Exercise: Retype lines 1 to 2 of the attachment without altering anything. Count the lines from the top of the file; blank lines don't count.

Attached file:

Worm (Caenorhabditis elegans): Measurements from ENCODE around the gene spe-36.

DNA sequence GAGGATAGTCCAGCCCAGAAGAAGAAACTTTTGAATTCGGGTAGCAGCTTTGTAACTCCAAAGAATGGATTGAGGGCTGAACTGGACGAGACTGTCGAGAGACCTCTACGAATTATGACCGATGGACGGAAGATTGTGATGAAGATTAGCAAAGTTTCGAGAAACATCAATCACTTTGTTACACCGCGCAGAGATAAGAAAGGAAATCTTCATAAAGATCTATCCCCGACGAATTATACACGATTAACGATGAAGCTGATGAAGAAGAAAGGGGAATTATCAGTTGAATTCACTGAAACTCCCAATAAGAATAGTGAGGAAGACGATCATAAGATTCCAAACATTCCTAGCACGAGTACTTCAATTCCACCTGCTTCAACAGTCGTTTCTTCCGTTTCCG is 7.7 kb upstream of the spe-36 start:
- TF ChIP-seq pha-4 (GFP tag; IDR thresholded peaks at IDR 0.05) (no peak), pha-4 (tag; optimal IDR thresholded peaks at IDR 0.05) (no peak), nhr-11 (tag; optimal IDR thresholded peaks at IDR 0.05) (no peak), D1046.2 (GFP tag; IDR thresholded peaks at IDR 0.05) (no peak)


Worm (Caenorhabditis elegans): Measurements from ENCODE around the gene spe-36.

DNA sequence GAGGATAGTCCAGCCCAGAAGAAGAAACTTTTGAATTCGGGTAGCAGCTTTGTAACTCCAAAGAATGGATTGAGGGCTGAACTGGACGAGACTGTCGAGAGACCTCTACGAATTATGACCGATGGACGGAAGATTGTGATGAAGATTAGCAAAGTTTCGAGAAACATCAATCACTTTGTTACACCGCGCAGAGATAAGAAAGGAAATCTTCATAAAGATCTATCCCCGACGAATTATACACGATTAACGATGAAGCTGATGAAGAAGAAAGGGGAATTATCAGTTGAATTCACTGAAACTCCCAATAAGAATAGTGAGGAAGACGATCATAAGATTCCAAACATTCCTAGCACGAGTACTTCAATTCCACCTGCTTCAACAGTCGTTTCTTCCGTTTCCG is 7.7 kb upstream of the spe-36 start: